The above package is subject to availability at time of reservation. Price is per person sharing. Prices are subject to change in accordance with currency fluctuations. When making a booking enquiry it is important that you are in possession of the correct documentation to travel i.e. visas, inoculation certificates etc. Please check that all names and surnames are spelt exactly as they appear in the relevant passports.
PricesFrom: R 24,700.00 Per Person Sharing
FlightsNo Flights Included
Valid From3rd of February 2018 (Saturday)
Valid To17th of February 2018 (Saturday)
Expires30th of November 2018 (Friday)
Need Visa'sSouth Africa: YesBritish: NoEuropean Union: NoAmerican: No
Quick Holiday Overview
Visit Spain, Morocco and Portugal on this awesome 14 night tour.
Kick back and bask in the winter sun whilst the rest of Europe shivers. Taking in Spain, Portugal and Morocco, This 15 day Road to Marrakech promises an explosion of colour, culture and adventure. Between the tapas bars, souks and Portuguese bakeries, prepare to eat yourself silly - stretchy pants highly recommended.
For travellers aged 18 to 39 years.
About the Holiday
Day 1: Madrid, Spain
Reset your body clock; you’re on Madrid time now. Here the locals are fashionably late to everything, usually not heading out until midnight and returning home around 6:30am. Meet your crew and get fired up for the trip like a bull seeing red. After a group welcome dinner you can practice flamenco, eat your weight in olives or get passionate about Real Madrid. They’re all bound to keep you entertained well into the wee hours of the morning.
Did you know? - Madrid locals are known as ‘gatos’, which means cat. Not because they sleep all the time, but because a soldier under King Alfonso VI scaled a castle wall so fast he looked just like a cat. Much more macho. Don Juan usually means womaniser. However, during the Spanish flu epidemic, Don Juan was used as a metaphor for the flu. We guess because everyone was getting it. Laughter is the best medicine.
Group welcome dinner.
Day 2: Madrid to Granada
Siesta as we make our way to the base of the Sierra Nevada, aka the land of free tapas (Google it). After 2500 years you figure out that free food = a good time. Join in the celebrations with a glass of tinto de verano, aka poor man's sangria (but just as delicious). After dinner, seek out a tetería for Moroccan-style pastries and sweet mint tea.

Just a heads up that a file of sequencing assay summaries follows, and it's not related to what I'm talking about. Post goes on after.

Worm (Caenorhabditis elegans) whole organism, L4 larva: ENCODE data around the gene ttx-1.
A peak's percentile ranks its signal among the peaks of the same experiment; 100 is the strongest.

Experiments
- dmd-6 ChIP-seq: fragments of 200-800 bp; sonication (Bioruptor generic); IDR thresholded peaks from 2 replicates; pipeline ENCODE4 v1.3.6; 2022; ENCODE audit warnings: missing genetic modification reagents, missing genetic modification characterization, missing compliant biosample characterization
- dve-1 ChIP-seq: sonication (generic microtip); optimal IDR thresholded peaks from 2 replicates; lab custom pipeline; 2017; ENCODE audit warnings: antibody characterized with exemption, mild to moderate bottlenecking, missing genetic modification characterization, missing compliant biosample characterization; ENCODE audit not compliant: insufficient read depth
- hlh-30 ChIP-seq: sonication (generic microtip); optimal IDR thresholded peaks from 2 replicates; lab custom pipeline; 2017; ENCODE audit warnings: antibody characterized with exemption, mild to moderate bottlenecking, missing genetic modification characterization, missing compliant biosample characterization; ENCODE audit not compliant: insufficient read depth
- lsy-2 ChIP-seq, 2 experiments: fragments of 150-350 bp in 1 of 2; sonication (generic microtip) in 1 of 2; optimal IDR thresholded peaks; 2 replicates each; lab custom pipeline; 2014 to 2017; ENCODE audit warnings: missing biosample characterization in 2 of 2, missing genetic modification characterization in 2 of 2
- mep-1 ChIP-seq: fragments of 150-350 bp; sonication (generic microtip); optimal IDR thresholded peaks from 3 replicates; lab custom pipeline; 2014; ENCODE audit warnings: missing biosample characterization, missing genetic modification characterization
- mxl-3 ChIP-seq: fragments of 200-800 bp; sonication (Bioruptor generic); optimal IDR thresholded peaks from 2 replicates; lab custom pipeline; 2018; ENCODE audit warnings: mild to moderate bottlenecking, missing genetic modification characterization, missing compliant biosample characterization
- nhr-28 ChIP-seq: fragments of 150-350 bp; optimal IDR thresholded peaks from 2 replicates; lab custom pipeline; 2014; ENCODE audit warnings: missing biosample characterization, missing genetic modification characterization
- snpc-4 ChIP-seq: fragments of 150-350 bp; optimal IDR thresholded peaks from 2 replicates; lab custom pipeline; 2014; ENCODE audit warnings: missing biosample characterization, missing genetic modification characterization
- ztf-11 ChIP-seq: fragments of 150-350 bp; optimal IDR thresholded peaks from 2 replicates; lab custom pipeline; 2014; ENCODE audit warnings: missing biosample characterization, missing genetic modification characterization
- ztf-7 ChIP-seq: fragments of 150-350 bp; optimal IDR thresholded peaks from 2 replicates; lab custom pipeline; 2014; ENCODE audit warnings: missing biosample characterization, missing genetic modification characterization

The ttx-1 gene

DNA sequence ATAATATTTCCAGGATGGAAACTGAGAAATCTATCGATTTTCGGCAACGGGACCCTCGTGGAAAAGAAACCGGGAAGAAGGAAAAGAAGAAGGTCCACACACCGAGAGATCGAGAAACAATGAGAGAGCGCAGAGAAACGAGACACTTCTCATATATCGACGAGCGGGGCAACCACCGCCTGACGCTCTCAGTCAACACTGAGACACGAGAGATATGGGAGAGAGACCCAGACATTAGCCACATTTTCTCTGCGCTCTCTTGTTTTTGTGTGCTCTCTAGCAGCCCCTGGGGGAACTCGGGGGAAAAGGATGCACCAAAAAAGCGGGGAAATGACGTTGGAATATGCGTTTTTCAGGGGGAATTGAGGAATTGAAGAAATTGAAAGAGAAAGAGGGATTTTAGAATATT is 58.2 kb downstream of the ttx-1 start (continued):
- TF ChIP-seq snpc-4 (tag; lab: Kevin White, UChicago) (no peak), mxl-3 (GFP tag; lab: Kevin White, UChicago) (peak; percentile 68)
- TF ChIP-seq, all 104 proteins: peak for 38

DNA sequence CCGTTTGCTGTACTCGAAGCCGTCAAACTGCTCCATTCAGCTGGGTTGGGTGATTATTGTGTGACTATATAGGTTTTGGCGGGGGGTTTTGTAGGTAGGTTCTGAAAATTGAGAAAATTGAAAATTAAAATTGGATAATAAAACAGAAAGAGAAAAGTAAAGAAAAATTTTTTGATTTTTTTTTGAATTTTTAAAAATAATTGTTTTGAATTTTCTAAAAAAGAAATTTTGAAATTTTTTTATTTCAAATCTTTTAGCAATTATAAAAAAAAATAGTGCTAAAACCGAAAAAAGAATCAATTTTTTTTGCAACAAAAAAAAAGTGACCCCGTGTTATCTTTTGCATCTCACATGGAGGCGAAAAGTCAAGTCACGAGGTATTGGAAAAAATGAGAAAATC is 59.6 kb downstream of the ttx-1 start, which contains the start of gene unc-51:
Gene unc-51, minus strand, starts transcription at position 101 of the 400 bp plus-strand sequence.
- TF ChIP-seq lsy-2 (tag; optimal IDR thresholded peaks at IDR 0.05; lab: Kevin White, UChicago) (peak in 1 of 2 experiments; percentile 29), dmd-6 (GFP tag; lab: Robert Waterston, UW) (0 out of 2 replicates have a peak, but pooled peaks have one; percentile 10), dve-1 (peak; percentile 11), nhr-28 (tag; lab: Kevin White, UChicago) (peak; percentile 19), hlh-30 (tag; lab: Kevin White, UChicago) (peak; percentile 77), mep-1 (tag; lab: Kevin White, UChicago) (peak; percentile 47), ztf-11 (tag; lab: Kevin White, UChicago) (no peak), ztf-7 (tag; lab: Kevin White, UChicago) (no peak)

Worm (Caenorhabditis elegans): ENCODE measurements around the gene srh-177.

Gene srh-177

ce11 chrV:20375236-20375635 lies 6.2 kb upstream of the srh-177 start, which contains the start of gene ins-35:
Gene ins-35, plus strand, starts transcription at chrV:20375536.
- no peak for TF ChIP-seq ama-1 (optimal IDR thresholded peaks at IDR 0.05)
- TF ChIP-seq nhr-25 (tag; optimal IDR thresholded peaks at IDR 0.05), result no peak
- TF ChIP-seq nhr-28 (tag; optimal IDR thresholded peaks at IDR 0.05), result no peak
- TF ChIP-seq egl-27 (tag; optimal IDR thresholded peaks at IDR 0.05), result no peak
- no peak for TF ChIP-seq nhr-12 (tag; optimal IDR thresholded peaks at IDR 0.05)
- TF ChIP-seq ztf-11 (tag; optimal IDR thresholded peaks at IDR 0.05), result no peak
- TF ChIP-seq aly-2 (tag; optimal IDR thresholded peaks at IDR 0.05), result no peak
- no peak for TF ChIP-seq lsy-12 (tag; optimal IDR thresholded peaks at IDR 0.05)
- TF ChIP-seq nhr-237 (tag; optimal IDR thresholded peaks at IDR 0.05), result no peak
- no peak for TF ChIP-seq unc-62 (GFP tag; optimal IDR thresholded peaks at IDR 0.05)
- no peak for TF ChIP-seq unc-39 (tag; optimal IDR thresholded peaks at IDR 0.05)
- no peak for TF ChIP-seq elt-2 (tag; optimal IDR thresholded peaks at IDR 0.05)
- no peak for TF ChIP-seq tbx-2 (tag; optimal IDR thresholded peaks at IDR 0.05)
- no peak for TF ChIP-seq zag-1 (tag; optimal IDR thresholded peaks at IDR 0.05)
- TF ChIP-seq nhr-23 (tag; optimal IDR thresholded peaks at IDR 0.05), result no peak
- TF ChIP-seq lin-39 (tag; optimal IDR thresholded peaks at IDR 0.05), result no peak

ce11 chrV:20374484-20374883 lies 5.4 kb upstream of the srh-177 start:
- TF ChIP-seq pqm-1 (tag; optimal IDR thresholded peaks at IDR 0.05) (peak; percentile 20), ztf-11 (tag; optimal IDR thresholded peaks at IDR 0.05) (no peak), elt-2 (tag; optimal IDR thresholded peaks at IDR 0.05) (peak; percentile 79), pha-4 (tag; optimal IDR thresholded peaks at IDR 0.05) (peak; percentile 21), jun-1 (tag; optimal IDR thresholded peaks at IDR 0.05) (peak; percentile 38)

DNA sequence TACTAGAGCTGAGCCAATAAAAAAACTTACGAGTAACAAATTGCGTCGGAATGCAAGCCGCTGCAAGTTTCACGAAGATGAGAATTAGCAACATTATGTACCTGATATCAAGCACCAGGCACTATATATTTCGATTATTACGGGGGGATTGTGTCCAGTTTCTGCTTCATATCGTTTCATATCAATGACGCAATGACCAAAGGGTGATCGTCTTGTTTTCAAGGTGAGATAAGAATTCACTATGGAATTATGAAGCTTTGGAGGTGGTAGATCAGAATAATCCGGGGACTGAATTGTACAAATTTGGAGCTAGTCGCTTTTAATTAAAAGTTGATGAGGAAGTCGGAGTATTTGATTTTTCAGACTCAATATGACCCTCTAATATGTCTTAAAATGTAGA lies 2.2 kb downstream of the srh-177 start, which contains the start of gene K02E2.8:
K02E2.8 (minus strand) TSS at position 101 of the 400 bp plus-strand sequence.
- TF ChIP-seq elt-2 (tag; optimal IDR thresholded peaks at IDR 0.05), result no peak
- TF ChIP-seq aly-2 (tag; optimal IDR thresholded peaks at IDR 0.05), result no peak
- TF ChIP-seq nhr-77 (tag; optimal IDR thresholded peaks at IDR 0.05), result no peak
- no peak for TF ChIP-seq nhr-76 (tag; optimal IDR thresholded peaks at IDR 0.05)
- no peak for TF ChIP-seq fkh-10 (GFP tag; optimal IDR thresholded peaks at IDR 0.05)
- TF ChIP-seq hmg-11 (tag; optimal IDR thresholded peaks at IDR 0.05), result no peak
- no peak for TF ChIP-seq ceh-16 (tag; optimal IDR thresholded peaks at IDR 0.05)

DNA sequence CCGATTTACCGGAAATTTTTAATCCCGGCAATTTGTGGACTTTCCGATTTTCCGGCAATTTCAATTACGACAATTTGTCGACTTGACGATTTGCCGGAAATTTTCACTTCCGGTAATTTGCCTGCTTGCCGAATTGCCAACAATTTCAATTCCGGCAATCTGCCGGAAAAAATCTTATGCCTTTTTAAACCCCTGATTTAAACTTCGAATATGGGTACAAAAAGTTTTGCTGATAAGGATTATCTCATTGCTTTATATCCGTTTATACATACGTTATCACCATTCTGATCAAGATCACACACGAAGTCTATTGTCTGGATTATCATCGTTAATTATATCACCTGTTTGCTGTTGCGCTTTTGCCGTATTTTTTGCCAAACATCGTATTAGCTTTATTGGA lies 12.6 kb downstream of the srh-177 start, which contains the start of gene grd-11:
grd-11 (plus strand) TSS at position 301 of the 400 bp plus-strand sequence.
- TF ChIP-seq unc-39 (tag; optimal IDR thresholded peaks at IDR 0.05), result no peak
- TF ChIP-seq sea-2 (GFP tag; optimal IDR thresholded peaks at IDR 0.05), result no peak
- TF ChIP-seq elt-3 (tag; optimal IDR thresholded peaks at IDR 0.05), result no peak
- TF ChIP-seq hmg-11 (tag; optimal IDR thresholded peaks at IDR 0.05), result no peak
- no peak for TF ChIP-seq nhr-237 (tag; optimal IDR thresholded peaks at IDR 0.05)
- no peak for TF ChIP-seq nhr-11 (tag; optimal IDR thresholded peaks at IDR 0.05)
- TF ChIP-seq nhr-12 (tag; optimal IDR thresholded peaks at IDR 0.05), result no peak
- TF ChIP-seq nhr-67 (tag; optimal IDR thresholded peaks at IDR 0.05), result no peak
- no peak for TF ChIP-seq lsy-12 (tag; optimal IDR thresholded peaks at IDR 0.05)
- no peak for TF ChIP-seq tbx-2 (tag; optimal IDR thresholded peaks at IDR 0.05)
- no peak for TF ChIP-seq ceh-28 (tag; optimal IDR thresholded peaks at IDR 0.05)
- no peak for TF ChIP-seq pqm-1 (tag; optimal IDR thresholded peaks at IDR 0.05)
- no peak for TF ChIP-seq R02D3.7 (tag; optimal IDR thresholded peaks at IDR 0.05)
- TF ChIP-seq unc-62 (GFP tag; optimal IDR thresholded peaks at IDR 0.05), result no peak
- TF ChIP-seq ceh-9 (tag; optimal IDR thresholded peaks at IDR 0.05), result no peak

Day 3: Granada
Winter means no crowds through the epic chiselled kaleidoscope that makes up the Alhambra and the Palacio de Generalife. Get schooled in Islamic architecture with over 800 years of Muslim rule (longer than any other Spanish city). Then head to Albaicín to find secret gardens full of rose bushes, the San Nicolas viewpoint, and settle into a restaurant for the best views of the Alhambra by moonlight. Remember the free tapas before you order your main (Iberian Pork is a winner).
Alhambra and Generalife visit with a guide.
Day 4: Granada to Chefchaouen, Morocco
Wave Andalusia goodbye and be blue daba dee daba da in the town with more blue rinse than your local bowls club. Chefchaouen will chew right through your Instagram feed as you tour the medina and souk. If you’re feeling chilly, don the local fashion of a heavy wool djellaba (think the sexiest bathrobe ever). You can even get a sleeveless version to keep your guns showing.
Day 5: Chefchaouen to Fes
Hightail it to the Mecca of the West with a front-row pano of the rolling Rif Mountains and snow-strewn Middle Atlas Mountains playing out the coach window. We're heading to Fes, so it's time to learn some basic arabic phrases, none more important than "Balak! Balak!". It pretty much means "get out the way, there is a huge donkey carriage about to run you over". Write that one down.
Day 6: Fes
Tick 'em off with a local guide: royal palace, Jewish neighbourhood, UNESCO-listed medina and leather tannery. Then hunt down a hammam and lose yourself in the labyrinth of souks and cobblestone streets. Bring your bargaining pants and embrace the centuries-old tradition of paying what you want for things, not what you're told they cost. Bargains can be had if you're willing to put in the lip service. Relax with some mint tea afterwards and congratulate yourself on your bargaining prowess.
Guided city tour.
Day 7: Fes to Marrakech
Bend it like the Berbers back ‘round the Middle Atlas towards Marrakech and get drunk on the colour, smells and vibe of the Red City. Grab a horse drawn carriage for cheap and ride like Cinderella on prom night. Or if you’re in adventure mode, head to the ski fields and let a donkey take you to the tops of the mountain for the coolest chair lift experience in history.
Day 8: Marrakech
See the Bahia Palace, Koutoubia Minaret and mosaic madness that is the Saadian Tombs, then work your way past snake charmers and fall into the heady rhythm of Djemma el-fna square. Head to the Palmeraie and grab a camel ride through this 14,000 hectare oasis. It's planted out with over 150,000 palm trees and some of the fanciest hotels in Marrakech. You can even take a quad ride for more adrenaline (although camel spit is pretty scary).